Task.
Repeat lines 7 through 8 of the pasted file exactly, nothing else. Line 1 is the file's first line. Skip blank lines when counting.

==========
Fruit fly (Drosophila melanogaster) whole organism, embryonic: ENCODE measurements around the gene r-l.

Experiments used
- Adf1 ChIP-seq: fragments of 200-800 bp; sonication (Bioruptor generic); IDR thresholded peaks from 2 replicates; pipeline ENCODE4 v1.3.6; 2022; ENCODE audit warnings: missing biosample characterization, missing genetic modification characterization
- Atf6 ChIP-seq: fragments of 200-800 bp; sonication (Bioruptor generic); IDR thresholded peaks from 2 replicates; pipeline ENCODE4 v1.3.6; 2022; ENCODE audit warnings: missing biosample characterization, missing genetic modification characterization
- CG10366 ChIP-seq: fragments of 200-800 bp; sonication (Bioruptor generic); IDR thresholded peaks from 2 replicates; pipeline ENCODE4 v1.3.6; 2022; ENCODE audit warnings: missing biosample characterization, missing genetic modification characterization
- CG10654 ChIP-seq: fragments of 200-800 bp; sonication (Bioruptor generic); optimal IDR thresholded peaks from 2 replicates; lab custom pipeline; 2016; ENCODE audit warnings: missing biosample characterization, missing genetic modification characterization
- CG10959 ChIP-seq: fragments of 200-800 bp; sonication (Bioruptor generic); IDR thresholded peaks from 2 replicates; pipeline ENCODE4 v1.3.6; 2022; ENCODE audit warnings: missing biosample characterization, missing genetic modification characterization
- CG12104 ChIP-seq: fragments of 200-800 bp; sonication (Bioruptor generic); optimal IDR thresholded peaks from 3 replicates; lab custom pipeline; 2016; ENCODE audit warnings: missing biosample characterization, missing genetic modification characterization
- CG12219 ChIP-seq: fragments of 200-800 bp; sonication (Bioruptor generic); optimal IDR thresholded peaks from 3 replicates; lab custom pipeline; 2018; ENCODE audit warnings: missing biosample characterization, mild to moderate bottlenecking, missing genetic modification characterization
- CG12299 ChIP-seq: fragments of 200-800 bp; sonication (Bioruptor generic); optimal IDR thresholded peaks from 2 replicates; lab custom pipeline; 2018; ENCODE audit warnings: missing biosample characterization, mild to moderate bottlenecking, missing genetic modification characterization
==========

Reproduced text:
- CG10959 ChIP-seq: fragments of 200-800 bp; sonication (Bioruptor generic); IDR thresholded peaks from 2 replicates; pipeline ENCODE4 v1.3.6; 2022; ENCODE audit warnings: missing biosample characterization, missing genetic modification characterization
- CG12104 ChIP-seq: fragments of 200-800 bp; sonication (Bioruptor generic); optimal IDR thresholded peaks from 3 replicates; lab custom pipeline; 2016; ENCODE audit warnings: missing biosample characterization, missing genetic modification characterization